By Andy Soloman, Yomdel Founder & CEO
Last year, rather than send out Christmas cards to our many wonderful clients and super friends we decided we would instead like to support a worthy cause in the Philippines where we have our state-of-the-art delivery centres for Yomdel services. This year we will be doing the same.
Yomdel takes its corporate & social responsibility seriously. In the UK, We have chosen to support Chestnut Tree House, a children's hospice in West Sussex that cares for 300 children and young adults from 0-19 years of age with progressive life-shortening conditions.
In the Philippines, we decided that we wanted to support an organisation in Davao, the area where our delivery centres are located. We chose SOS Children's Village in Davao, a place that is home to 143 children. SOS Children's Villages International is active in 135 countries or territories around the world and works to protect and care for children who have lost parental care, or who are at risk of losing it.
It is a sad fact that one in every 20 Filipino children is abandoned, neglected or orphaned, and these children are also more likely to be subjected to abuse. Support from Yomdel has allowed us to sponsor the education for one child in the Davao village for a year, something we are very proud of.
It's a beautiful place
When on a trip to visit the Yomdel teams in the Philippines in September I also made sure that I took time to visit the village in Davao. It was an amazing and moving experience. The SOS Children's Village in Davao occupies a beautiful compound with delightful houses, mango tress, a massive banyan tree and even a football pitch.
You can see more of my visit in this video.
I also took time to chat with Roxie Paguyan, the brilliant and charming head of fundraising in Davao. Apologies for the sound quality in this video, but from watching this you will get a real sense of the gentle and caring determination found at this wonderful place.
Why did we choose SOS Children's Village Davao?
I used to be a foreign correspondent and through much of the 1990s was based in Hanoi, Vietnam. At that time the ruling communist party in Vietnam was just beginning to experiment with free market reforms, but the country was desperately poor as it grappled with the twin disasters of years of terrible war and utterly foolish communist command economics.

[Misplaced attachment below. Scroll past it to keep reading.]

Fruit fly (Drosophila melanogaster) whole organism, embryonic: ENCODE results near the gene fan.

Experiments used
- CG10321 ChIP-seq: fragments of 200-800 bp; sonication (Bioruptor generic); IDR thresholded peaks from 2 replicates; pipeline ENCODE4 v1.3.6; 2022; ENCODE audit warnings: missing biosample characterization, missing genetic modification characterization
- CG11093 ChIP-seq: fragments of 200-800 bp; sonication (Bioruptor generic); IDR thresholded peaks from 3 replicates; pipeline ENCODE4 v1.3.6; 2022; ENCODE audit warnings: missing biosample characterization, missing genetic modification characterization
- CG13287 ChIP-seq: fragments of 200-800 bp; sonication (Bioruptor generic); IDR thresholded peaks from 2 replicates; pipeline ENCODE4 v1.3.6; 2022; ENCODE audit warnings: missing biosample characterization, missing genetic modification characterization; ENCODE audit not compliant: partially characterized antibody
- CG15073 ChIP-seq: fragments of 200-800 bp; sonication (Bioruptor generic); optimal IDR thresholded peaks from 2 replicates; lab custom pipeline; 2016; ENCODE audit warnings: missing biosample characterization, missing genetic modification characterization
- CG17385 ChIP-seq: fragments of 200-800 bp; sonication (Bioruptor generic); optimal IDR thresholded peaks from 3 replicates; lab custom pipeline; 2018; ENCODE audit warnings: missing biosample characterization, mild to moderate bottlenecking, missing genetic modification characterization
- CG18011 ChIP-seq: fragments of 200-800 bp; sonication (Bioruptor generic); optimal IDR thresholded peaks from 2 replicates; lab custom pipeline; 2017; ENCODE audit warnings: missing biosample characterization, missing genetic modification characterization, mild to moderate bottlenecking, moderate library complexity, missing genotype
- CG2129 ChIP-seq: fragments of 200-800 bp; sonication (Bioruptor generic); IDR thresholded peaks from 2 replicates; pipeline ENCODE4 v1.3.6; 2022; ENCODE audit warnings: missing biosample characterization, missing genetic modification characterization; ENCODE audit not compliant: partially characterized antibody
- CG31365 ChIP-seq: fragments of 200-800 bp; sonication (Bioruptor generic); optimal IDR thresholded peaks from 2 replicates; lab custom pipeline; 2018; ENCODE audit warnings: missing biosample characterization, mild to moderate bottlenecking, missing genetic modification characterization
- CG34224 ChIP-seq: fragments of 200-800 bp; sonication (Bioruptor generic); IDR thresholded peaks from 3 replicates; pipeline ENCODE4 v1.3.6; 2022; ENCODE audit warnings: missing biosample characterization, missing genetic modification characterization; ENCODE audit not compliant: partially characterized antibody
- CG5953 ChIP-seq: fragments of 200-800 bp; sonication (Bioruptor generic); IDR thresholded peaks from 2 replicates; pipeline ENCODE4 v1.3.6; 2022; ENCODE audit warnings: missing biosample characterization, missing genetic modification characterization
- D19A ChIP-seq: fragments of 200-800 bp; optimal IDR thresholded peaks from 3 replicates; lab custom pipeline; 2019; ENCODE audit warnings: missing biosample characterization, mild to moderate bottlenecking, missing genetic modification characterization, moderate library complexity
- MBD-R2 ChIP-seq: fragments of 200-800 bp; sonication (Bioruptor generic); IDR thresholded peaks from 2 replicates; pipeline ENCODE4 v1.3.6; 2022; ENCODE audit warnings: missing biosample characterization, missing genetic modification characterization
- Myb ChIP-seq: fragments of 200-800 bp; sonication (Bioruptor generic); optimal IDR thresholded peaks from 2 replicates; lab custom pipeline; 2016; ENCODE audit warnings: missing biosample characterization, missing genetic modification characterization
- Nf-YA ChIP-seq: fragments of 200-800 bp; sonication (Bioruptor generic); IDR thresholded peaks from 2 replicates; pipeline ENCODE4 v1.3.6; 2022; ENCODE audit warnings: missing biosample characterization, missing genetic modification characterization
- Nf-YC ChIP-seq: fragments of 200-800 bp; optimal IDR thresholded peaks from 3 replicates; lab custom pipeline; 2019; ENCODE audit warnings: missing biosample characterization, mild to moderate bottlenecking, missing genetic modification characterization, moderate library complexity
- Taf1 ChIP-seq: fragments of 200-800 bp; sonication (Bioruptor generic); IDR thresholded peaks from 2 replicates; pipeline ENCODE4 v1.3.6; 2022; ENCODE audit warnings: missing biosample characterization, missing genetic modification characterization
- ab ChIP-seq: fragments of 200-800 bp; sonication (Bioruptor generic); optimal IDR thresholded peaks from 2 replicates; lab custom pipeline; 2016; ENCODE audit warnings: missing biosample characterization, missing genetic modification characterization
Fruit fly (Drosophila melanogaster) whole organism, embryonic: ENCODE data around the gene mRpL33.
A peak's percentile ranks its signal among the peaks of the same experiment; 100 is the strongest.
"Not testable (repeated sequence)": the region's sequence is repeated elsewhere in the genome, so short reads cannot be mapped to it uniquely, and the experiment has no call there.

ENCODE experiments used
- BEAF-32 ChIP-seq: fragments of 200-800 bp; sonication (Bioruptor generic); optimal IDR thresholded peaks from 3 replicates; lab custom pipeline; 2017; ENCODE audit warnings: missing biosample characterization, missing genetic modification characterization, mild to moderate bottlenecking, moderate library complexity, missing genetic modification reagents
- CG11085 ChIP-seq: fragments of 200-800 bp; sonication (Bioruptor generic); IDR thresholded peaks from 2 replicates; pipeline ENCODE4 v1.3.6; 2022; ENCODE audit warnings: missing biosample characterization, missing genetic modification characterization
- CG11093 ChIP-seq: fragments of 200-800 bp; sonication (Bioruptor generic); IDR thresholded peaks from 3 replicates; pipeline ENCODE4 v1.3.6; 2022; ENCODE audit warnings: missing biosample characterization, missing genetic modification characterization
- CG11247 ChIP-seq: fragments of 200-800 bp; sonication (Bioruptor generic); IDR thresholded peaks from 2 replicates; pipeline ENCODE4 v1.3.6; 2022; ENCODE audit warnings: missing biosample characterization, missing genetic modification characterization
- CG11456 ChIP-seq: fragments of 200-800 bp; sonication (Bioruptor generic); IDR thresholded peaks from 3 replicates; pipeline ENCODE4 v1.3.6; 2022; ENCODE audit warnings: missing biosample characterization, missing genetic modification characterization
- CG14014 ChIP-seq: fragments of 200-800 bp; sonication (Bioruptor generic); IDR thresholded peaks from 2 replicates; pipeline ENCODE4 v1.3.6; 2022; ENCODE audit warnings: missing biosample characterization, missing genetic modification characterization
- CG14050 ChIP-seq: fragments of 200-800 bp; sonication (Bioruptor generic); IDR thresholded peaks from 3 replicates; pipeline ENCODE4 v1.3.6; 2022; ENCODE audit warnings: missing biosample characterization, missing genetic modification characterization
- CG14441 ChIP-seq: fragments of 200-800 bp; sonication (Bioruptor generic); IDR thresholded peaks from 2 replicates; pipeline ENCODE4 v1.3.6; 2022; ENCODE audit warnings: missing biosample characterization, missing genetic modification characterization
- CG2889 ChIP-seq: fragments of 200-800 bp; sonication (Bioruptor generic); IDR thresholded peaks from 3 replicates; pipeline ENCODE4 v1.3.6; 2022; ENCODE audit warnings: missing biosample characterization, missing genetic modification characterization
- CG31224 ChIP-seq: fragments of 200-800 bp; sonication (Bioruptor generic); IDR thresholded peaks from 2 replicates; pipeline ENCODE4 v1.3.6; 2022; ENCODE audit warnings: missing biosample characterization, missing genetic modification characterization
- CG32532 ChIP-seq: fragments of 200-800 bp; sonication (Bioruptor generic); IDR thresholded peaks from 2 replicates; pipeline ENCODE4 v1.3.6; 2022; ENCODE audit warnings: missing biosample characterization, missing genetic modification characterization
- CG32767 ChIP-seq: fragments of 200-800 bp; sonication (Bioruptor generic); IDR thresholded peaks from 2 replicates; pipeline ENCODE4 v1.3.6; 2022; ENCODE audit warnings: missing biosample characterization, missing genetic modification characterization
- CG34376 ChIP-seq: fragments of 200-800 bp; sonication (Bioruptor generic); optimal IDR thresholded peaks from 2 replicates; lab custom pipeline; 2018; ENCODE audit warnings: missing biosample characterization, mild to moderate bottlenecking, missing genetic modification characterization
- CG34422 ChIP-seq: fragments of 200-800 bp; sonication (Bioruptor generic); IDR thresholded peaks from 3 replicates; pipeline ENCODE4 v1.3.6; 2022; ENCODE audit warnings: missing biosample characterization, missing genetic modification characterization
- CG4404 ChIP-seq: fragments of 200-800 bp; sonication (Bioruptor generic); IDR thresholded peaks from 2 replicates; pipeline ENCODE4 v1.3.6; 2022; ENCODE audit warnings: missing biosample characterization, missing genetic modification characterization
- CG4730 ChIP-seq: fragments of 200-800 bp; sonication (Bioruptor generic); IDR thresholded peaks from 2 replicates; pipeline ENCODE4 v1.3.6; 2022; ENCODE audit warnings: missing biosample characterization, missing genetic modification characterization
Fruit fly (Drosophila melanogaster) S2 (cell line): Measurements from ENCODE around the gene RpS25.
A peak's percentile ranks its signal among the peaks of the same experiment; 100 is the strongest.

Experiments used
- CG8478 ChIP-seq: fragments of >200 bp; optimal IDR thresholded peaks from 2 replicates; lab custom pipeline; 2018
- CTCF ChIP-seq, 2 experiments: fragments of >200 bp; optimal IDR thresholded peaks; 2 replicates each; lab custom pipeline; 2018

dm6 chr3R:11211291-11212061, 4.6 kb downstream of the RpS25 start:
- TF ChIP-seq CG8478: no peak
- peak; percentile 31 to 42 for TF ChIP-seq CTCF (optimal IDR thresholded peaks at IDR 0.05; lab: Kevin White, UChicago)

Everyone was poor, but the changes were coming thick and fast as private enterprise took root, and the naturally entrepreneurial population seized the opportunity to make money. But within this rampant nascent capitalism there were huge segments of society where people lived desperate lives. The maimed and disabled war veterans recently demobbed after fighting in Cambodia were a visual sign on the streets, as were the street kids.
These children, often from the countryside, would come to the cities to eke out livings selling newspapers, offering shoe shines, and sometimes stealing or begging.
On the outskirts of Hanoi was a wonderful oasis of peace, the SOS Children's Village Mai Dich (pronounced "my zic"). In this place I found children who otherwise would have been on the streets being given the amazing opportunity of secure family life, education and all the support they needed to set themselves up for their futures. Years later, it felt natural that I would turn again to SOS when looking to support a cause in the Philippines.
The first SOS Children’s Village was founded by Hermann Gmeiner in Tyrol, Austria, in 1949. As a child welfare worker, Gmeiner saw how children orphaned as a result of World War II suffered. He was committed to helping them by building loving families and supportive communities.
To quote the SOS Children's Village motto: No Child Should Grow Up Alone.
How right that is. And how right Hermann Gmeiner was.